Students will be expected to learn in a flipped classroom manner. The lecturer issues a podcast to be listened to before class and then during class-time the students can work on various activities.

Stuart presented some interesting challenges around this new design some which school struggle with:
How to get staff on board, and up to speed?
How to get students on board and up to speed?

Students have a preconceived idea of what university is, and that is sitting in a lecture theatre, going to tutorials and working on assignments. This type of active learning is not something that as yet is linked to the 'university experience'. 
Staff are used to giving a lecture and then running tutorials. This new learning environment to some might seem like an increased work load; as students now listen to lectures in their own time and the lecturer time is filled with teaching/learning. The activities now needing to be designed by the lecturer.  What I hadn't realized in South Australia is that salaries, funding and ranking can be based around student feedback on the course/lecturer. If students don't like the new way of learning will this have an unfair impact?  

These are challenges that secondary schools are also facing. As we go 1:1 with devices and reshaped our curriculum to create authentic and collaborative learning programs to prepare our students for their futures; our learning environments need to change. However, like our students we all have a variety of skills and creating a new set of skills to teach in these new learning environments takes time. We wont all get there at the same time but are should be working towards a common goal. It is about support you get on the way and  Stuart at the UniSA is working hard at providing this support to the staff.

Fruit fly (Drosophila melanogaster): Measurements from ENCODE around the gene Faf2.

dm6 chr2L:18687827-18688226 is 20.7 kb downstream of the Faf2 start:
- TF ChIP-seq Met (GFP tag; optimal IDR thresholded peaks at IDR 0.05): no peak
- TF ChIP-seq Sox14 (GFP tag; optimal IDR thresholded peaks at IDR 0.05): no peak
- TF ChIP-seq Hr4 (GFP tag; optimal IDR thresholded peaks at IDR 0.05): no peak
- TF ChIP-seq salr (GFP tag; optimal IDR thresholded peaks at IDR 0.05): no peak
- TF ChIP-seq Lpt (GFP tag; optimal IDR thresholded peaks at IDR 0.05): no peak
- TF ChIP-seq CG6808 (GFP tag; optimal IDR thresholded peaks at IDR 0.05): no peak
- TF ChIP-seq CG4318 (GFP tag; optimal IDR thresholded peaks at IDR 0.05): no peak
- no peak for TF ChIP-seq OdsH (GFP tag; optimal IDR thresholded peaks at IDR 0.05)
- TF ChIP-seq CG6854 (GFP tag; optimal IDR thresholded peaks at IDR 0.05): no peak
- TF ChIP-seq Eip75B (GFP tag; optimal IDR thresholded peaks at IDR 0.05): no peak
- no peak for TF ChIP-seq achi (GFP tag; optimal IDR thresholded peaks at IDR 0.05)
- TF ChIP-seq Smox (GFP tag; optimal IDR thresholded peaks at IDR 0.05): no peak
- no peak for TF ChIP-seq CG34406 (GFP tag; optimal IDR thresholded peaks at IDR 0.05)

I think that as schools are changing their learning environments, they will demand a tertiary education inline with what the UniSA are creating. They are an innovative university taking the first step to creating an education for students that will help support the knowledge economy and prepare young adults for their chosen career.

Wednesday, October 2, 2013

Clearview Primary School

Clearview Primary school is located in Rolleston just outside of Christchurch. It is a 0-8 school which has recently opened a new building.

The Ministry of Education is no longer building single celled classrooms instead is moving towards classrooms that enable a flexible learning environment for students.
When I toured this building several things struck me, it was light, comfitable and all students were in a variety of places and spaces. Clearview is used to having people tour the building and the students were not phased at all.

Large open space learning area

Large open space learning area

This room has sliding glass doors
The building a square and in each corner are two classroom spaces.  One of these smaller spaces has 2 sliding glass doors which enable it to be used separately. Wide corridors then connect these 4 corners with other open spaces, including a communal kitchen area for students and staff. In the middle of the building is an open air courtyard designed by one of the students at the school.

Outside court yard

Wide multi-purpose hallway with window seats

A wide hallway/teaching space next to the communal kitchen
What you can see from the pictures is the range of seating and working areas . A variety of heights for tables and chairs as well as a variety of colour.